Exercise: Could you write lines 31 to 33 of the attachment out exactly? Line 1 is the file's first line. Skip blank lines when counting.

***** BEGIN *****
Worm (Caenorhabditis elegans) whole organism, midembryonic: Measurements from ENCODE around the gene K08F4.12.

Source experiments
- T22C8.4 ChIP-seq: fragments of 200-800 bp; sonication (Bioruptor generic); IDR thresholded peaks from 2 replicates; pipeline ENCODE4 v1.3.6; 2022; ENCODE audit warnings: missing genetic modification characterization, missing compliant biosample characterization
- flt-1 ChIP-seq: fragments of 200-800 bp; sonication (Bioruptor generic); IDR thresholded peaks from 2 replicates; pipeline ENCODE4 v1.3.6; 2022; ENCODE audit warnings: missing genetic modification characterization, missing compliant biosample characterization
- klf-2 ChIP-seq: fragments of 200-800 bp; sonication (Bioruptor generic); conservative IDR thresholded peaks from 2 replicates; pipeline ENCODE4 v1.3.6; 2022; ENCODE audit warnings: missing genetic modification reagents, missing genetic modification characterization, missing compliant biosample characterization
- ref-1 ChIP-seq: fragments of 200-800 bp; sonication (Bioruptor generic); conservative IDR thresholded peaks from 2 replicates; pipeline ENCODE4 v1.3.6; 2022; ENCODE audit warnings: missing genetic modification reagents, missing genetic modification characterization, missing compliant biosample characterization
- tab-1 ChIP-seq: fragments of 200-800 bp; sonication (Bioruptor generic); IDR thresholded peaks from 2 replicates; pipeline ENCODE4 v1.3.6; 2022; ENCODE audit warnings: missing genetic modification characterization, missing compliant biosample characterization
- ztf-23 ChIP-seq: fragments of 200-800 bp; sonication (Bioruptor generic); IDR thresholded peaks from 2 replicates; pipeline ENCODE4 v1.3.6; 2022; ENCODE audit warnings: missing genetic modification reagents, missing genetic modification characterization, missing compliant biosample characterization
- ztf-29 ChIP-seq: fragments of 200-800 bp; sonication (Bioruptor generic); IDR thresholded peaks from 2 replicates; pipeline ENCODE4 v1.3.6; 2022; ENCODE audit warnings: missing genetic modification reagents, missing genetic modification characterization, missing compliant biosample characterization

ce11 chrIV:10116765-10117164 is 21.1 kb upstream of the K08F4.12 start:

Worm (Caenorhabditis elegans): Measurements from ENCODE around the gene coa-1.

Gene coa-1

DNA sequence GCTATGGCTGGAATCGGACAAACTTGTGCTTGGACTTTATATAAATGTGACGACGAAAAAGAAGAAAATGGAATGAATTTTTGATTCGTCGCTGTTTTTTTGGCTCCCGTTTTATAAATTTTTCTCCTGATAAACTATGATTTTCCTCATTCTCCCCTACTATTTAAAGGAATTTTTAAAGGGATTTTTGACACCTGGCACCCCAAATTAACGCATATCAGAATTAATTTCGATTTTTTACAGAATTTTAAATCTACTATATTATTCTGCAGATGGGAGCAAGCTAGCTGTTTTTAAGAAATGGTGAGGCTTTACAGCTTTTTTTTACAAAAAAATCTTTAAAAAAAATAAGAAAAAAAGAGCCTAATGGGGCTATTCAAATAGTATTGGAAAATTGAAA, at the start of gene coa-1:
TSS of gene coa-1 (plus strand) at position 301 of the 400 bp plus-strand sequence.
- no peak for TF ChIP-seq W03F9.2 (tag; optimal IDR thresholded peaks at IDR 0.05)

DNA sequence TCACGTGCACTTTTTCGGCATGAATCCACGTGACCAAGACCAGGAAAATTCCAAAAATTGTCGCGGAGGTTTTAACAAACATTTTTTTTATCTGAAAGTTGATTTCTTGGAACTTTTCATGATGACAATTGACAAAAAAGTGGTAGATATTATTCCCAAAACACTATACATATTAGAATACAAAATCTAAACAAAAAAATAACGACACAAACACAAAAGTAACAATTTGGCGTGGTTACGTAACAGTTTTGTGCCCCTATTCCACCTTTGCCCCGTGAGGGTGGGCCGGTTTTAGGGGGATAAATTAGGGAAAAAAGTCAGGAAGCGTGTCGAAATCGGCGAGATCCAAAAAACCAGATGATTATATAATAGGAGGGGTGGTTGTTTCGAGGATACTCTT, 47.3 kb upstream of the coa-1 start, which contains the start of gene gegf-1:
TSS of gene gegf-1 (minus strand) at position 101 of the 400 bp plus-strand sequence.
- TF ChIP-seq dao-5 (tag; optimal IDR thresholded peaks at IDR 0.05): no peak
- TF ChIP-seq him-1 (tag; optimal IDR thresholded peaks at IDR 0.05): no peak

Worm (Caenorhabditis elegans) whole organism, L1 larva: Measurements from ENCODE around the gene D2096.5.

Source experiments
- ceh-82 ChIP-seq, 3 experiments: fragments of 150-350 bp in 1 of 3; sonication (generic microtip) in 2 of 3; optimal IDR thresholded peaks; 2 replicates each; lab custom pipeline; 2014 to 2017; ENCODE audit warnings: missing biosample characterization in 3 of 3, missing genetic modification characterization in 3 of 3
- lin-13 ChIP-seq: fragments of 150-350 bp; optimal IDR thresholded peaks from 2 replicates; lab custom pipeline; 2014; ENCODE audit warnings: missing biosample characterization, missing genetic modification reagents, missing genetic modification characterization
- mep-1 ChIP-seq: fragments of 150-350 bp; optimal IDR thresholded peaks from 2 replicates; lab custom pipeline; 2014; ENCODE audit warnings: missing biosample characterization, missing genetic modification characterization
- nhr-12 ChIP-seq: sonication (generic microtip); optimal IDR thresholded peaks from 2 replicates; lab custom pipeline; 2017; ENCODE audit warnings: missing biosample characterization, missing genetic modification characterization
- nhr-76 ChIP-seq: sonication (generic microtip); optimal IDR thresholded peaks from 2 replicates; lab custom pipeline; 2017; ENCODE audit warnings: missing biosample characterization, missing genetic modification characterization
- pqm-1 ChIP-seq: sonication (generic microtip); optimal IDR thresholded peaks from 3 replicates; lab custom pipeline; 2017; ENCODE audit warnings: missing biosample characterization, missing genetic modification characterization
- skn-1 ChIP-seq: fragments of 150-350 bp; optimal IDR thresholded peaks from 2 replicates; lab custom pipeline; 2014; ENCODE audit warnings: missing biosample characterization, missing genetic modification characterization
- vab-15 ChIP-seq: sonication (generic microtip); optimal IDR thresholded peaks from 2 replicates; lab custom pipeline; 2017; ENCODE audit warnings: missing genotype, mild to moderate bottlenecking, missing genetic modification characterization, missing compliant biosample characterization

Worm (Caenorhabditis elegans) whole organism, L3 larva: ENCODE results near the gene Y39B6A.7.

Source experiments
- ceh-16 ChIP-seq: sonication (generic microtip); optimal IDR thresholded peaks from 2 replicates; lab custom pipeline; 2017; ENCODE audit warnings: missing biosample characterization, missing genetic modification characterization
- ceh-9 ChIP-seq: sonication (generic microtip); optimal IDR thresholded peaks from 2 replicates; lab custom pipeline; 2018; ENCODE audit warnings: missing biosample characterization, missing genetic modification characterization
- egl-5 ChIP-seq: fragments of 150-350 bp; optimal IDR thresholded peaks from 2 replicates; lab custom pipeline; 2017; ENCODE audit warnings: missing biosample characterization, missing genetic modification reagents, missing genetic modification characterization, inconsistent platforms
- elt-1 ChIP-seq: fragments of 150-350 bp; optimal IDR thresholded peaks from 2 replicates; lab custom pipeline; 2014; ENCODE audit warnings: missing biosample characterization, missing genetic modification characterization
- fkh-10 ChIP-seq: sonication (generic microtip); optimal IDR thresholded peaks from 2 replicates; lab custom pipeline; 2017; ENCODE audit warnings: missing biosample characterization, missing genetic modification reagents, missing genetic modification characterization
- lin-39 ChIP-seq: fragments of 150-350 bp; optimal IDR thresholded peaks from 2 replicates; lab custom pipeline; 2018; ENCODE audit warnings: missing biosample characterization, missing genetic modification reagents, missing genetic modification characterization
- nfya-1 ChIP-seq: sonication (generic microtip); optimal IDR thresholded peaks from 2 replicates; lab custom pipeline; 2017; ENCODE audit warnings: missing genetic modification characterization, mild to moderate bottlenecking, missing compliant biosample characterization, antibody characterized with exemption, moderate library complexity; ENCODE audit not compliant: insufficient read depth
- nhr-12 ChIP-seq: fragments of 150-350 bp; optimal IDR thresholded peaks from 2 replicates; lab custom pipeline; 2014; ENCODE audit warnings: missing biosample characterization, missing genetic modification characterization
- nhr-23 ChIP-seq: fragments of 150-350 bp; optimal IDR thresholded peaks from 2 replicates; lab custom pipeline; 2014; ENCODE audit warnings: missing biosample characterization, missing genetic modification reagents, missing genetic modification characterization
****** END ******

Source experiments
- ceh-16 ChIP-seq: sonication (generic microtip); optimal IDR thresholded peaks from 2 replicates; lab custom pipeline; 2017; ENCODE audit warnings: missing biosample characterization, missing genetic modification characterization
- ceh-9 ChIP-seq: sonication (generic microtip); optimal IDR thresholded peaks from 2 replicates; lab custom pipeline; 2018; ENCODE audit warnings: missing biosample characterization, missing genetic modification characterization